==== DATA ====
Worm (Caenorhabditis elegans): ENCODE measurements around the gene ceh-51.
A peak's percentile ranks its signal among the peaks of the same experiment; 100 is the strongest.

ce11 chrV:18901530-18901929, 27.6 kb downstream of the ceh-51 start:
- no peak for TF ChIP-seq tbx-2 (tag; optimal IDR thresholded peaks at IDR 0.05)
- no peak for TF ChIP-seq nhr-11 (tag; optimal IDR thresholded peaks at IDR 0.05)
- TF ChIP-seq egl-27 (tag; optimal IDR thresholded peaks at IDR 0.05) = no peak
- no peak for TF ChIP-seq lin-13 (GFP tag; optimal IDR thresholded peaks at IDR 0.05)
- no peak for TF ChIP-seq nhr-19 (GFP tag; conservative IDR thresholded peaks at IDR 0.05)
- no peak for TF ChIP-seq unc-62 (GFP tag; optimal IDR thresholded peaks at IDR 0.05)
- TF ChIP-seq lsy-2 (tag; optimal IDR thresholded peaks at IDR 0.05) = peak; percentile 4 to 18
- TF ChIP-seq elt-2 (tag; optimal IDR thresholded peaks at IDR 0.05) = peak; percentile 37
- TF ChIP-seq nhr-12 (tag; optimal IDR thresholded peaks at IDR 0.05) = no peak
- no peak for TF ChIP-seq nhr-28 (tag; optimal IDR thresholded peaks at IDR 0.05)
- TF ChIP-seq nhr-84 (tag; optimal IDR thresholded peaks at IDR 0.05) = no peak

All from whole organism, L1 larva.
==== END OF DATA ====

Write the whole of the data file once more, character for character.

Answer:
Worm (Caenorhabditis elegans): ENCODE measurements around the gene ceh-51.
A peak's percentile ranks its signal among the peaks of the same experiment; 100 is the strongest.

ce11 chrV:18901530-18901929, 27.6 kb downstream of the ceh-51 start:
- no peak for TF ChIP-seq tbx-2 (tag; optimal IDR thresholded peaks at IDR 0.05)
- no peak for TF ChIP-seq nhr-11 (tag; optimal IDR thresholded peaks at IDR 0.05)
- TF ChIP-seq egl-27 (tag; optimal IDR thresholded peaks at IDR 0.05) = no peak
- no peak for TF ChIP-seq lin-13 (GFP tag; optimal IDR thresholded peaks at IDR 0.05)
- no peak for TF ChIP-seq nhr-19 (GFP tag; conservative IDR thresholded peaks at IDR 0.05)
- no peak for TF ChIP-seq unc-62 (GFP tag; optimal IDR thresholded peaks at IDR 0.05)
- TF ChIP-seq lsy-2 (tag; optimal IDR thresholded peaks at IDR 0.05) = peak; percentile 4 to 18
- TF ChIP-seq elt-2 (tag; optimal IDR thresholded peaks at IDR 0.05) = peak; percentile 37
- TF ChIP-seq nhr-12 (tag; optimal IDR thresholded peaks at IDR 0.05) = no peak
- no peak for TF ChIP-seq nhr-28 (tag; optimal IDR thresholded peaks at IDR 0.05)
- TF ChIP-seq nhr-84 (tag; optimal IDR thresholded peaks at IDR 0.05) = no peak

All from whole organism, L1 larva.